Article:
Given the number of women who walk around feeling tired all the time, it’s truly unfortunate that the important piece of research we’re discussing today didn’t generate more publicity.
Tucked away in the small-circulation medical journal Thyroid, whose readership is probably limited to endocrinologists specializing in thyroid disorders, there appeared an article about Hashimoto’s thyroiditis that really should have been published in a journal that every doctor reads, like JAMA or American Family Physician.
The autoimmune disorder Hashimoto’s thyroiditis is one of the most frequent causes of low-thyroid (hypothyroidism) conditions.
When you don’t have enough of the essential thyroid hormone, you’ll feel quite an assortment of symptoms, the most common by far being fatigue–a pervasive, 24/7 sense of never having enough energy to do the activities you enjoy. In fact, you may be so fatigued that your muscles actually feel weak.
Beyond fatigue, you may experience weight gain and have an impossible time trying to lose it. You might notice dry skin, dry hair, hair loss, and a peculiar thinning of the outer third of your eyebrows. You may feel mentally sluggish and constantly cold, even on a warm day. In the sack, your partner will shriek that your feet are like cakes of ice (and you really do prefer wearing socks to bed to keep your feet warm).
All this and more if you have low levels of thyroid hormone. You might notice puffiness around your eyes, your usually healthy glow replaced by a pasty complexion. You may be a bit constipated, and your periods have changed too. Having problems getting pregnant? Low thyroid can be involved. In people with severe hypothyroidism, this strange symptom occurs: your tongue actually feels too large for your mouth.
Tests for low thyroid
If you bring any or all of these symptoms to your doctor, any physician with a pulse will order a thyroid profile, a test that measures two thyroid hormones–T3 and T4–as well as a hormone from your pituitary gland that controls your thyroid, called TSH (thyroid-stimulating hormone).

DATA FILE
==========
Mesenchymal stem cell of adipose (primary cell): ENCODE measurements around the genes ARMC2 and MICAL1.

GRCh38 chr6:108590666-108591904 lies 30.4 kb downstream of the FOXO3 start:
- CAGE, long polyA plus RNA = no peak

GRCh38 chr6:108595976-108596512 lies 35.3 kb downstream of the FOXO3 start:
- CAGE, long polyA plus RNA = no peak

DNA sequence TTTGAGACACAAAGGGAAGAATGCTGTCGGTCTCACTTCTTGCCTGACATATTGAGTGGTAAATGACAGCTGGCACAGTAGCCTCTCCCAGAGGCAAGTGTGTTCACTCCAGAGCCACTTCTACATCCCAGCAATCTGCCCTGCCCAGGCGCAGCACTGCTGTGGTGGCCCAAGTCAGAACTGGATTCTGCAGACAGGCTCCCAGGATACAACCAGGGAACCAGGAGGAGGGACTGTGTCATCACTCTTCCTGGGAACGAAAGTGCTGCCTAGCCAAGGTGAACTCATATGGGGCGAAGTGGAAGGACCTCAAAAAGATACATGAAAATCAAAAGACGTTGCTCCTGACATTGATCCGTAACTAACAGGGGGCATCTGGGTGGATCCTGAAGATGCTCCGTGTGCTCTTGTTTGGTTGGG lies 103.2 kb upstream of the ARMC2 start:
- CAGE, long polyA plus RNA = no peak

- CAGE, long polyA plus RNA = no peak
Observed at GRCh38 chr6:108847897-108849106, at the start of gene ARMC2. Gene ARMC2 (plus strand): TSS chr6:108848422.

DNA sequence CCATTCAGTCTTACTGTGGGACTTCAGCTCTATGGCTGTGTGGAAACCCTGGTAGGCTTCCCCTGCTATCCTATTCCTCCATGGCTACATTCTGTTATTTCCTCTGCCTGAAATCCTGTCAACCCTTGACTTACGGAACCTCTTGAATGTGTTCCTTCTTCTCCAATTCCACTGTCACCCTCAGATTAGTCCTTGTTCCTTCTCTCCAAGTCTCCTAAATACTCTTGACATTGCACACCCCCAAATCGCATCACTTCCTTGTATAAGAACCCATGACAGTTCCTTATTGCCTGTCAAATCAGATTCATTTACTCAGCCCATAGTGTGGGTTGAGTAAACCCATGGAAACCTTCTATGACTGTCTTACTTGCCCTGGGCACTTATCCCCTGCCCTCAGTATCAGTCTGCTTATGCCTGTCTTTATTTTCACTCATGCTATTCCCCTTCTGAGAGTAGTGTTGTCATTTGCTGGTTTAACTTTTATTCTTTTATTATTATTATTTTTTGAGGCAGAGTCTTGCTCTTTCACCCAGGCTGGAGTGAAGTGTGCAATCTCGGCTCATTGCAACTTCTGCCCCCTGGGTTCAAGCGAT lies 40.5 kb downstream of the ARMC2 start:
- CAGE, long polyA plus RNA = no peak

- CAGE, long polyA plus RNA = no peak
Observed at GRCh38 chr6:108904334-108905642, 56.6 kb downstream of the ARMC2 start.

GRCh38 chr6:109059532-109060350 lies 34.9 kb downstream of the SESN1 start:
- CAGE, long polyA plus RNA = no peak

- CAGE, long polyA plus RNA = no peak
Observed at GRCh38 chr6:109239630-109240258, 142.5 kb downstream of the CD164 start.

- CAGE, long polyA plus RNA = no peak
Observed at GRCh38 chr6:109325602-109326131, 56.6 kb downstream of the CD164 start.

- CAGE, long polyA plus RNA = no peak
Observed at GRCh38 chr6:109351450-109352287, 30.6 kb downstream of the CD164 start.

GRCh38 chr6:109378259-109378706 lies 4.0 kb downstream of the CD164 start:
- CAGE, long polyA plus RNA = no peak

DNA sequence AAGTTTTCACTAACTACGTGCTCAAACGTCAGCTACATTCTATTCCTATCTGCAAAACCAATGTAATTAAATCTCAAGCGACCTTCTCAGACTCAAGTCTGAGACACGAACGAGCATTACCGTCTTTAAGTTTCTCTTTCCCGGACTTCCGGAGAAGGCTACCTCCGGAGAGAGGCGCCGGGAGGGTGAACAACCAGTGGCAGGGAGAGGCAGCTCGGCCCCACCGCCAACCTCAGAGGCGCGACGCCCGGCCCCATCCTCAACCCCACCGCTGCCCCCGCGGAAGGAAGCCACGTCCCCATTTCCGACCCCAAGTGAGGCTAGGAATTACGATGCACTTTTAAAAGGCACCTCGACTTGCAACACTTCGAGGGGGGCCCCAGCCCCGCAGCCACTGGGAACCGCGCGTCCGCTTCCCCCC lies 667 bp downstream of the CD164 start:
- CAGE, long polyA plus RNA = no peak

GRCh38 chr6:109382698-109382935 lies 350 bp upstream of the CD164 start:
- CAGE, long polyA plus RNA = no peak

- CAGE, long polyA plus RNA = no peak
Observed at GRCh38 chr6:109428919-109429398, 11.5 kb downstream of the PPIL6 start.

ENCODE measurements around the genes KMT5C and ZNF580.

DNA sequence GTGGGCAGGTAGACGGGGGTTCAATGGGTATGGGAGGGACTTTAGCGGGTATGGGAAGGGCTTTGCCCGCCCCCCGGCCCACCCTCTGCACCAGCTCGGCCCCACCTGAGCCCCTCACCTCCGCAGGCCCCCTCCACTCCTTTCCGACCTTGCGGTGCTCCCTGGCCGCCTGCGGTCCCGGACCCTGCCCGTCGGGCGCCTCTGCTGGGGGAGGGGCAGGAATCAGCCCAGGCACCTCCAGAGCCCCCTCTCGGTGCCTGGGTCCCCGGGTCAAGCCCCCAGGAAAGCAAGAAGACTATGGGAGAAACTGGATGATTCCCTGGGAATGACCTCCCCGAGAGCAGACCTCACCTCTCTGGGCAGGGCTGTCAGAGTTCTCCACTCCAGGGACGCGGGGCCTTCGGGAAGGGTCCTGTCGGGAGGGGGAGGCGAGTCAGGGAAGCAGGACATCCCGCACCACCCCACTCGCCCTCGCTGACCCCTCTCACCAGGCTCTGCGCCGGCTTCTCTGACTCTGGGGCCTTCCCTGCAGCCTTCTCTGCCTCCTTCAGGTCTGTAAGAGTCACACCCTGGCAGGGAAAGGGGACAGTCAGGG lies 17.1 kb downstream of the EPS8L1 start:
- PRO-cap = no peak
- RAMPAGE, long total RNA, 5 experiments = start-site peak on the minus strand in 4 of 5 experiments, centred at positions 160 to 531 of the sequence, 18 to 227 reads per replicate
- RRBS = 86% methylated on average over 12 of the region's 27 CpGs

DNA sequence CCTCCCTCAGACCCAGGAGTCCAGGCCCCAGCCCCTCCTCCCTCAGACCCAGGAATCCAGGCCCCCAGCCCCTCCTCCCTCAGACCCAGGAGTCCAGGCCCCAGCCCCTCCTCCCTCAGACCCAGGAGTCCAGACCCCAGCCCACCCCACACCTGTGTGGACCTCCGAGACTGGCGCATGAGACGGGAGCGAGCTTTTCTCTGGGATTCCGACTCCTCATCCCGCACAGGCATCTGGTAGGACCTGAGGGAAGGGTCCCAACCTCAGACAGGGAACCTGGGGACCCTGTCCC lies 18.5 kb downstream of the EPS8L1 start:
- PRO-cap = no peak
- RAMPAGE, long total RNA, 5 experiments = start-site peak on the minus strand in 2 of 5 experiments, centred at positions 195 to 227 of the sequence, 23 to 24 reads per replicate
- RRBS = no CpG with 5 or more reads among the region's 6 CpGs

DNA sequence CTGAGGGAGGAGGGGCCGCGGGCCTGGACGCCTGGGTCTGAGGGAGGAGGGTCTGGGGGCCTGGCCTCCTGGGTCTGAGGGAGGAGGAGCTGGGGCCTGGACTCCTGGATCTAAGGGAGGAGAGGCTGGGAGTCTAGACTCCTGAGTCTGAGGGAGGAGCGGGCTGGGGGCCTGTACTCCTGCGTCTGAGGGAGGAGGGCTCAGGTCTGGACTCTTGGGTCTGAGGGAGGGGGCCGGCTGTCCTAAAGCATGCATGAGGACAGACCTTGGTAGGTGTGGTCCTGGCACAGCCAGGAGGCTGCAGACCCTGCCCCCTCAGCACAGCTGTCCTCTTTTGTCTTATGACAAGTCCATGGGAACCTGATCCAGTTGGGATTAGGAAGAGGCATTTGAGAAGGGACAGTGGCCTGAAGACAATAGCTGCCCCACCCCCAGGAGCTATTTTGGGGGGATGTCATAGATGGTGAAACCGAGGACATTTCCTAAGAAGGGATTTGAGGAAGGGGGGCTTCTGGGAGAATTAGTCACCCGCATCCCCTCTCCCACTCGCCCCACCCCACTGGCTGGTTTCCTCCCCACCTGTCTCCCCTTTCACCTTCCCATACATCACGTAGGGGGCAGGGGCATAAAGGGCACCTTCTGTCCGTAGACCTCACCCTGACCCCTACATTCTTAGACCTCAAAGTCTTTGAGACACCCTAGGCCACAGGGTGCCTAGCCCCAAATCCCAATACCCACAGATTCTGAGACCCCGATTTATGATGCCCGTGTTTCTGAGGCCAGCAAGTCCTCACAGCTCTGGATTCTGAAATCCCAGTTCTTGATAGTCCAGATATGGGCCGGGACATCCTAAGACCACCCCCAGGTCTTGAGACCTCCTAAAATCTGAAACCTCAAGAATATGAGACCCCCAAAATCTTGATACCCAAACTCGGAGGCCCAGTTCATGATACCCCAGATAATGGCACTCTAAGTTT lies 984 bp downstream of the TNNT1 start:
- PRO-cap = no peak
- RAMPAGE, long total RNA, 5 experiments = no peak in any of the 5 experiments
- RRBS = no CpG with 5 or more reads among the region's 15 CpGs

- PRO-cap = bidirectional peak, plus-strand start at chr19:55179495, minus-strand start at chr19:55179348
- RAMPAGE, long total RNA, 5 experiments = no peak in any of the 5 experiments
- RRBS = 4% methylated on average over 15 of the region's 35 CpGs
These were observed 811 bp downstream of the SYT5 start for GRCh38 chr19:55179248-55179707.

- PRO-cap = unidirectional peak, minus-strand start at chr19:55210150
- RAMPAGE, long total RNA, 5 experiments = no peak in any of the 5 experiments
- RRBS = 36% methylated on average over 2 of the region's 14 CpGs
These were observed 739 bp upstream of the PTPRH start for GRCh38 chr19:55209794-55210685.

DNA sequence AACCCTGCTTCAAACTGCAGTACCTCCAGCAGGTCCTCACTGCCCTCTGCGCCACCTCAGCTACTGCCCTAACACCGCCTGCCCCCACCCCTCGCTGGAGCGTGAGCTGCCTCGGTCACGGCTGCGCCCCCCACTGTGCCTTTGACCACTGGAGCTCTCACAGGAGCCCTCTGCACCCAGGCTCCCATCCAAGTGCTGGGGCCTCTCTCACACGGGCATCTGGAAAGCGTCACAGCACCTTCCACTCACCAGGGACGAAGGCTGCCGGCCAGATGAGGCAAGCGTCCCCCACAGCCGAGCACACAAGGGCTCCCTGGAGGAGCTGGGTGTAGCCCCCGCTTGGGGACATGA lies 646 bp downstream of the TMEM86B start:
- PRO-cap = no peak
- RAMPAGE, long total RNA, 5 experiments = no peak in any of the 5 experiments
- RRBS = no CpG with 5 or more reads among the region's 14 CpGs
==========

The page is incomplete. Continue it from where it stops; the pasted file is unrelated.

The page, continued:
With low thyroid, the T3 and T4 are low, the TSH (as your pituitary struggles valiantly to stimulate the thyroid) is high.
If your TSH is elevated and your T3/T4 low, your doctor might next order a test measuring anti-thyroid antibodies, which determines if Hashimoto’s thyroiditis is the cause of your underactive thyroid. Having your immune system create antibodies against any organ in your body is the very definition of an autoimmune disease. In this case these antibodies are targeting your thyroid—as though it were a sort of alien invader when it’s actually an utterly necessary part of your body.
Autoimmune disorders explained
We don’t know exactly what goes wrong with the immune systems of certain people, overwhelmingly women in a 20-to-1 ratio over men, but Hashimoto’s is one of several such autoimmune disorders, as are lupus, rheumatoid arthritis, and Sjögren’s syndrome.
It’s widely accepted that women’s immune systems are simply different from those of men, because the female immune system must adjust itself to the presence of a “foreign body” when a woman is pregnant. Since half her embryo’s DNA is from a foreign source (dad), her immune system can’t simply reject this tissue or we’d never as a species be able to reproduce.
This difference in immunity somehow renders women more susceptible to all the autoimmune disorders, and Hashimoto’s thyroiditis is the most common.